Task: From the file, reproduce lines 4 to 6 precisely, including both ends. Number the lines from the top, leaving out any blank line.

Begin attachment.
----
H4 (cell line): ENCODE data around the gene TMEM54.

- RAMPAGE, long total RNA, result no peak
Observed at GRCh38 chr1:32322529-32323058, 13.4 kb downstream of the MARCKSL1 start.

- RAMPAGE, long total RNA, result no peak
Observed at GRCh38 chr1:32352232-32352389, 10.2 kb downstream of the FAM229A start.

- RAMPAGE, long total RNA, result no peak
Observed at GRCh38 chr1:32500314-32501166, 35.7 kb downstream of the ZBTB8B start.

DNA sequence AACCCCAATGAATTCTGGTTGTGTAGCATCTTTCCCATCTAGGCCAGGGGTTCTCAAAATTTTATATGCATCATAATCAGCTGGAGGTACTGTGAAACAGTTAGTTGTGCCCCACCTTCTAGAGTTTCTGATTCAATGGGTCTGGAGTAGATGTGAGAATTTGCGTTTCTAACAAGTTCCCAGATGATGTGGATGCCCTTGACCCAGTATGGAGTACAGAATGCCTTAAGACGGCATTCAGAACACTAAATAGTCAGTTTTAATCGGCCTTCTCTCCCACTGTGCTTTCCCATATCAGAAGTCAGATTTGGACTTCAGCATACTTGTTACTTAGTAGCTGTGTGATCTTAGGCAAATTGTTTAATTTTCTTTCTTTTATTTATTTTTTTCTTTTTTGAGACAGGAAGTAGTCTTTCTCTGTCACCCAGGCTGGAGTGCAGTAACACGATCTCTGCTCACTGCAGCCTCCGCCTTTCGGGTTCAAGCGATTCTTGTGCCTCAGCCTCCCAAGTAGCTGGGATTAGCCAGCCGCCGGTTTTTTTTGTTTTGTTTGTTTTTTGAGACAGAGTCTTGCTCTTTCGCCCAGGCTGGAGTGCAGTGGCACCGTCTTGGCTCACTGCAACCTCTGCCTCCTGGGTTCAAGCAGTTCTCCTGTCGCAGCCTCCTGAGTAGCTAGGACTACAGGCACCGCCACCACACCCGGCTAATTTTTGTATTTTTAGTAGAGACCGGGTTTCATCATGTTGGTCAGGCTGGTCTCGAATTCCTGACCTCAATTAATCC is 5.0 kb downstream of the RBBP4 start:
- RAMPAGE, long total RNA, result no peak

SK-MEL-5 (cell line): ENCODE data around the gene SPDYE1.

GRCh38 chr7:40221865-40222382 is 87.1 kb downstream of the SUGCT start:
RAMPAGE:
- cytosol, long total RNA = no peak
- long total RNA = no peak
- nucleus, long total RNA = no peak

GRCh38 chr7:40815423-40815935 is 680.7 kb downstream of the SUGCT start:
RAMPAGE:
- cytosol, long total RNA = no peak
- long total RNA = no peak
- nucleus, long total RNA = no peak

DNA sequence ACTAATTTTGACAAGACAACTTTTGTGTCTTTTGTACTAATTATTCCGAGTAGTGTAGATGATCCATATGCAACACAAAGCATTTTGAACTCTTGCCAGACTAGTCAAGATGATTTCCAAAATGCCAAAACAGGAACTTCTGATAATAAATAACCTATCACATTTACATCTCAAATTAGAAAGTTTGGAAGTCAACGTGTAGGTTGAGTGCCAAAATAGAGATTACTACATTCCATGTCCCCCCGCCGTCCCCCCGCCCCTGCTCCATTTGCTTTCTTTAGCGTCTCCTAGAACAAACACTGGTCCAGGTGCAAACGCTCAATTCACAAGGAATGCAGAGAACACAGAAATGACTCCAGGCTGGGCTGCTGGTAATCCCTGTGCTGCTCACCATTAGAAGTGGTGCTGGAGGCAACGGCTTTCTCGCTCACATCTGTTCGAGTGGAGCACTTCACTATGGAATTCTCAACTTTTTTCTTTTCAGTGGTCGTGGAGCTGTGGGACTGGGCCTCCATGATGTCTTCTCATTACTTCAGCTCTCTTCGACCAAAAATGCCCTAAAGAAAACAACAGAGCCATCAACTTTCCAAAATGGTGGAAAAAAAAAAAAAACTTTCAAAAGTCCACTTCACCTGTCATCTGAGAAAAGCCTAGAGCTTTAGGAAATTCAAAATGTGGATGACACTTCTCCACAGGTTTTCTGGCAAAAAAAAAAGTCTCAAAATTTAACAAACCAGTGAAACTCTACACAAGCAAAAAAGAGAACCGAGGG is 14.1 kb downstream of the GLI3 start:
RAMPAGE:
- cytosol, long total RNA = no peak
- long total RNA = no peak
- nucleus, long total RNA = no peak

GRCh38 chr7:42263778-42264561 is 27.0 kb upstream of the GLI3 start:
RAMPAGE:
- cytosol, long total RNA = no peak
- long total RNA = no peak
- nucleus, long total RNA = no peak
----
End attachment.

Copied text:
- RAMPAGE, long total RNA, result no peak
Observed at GRCh38 chr1:32352232-32352389, 10.2 kb downstream of the FAM229A start.

- RAMPAGE, long total RNA, result no peak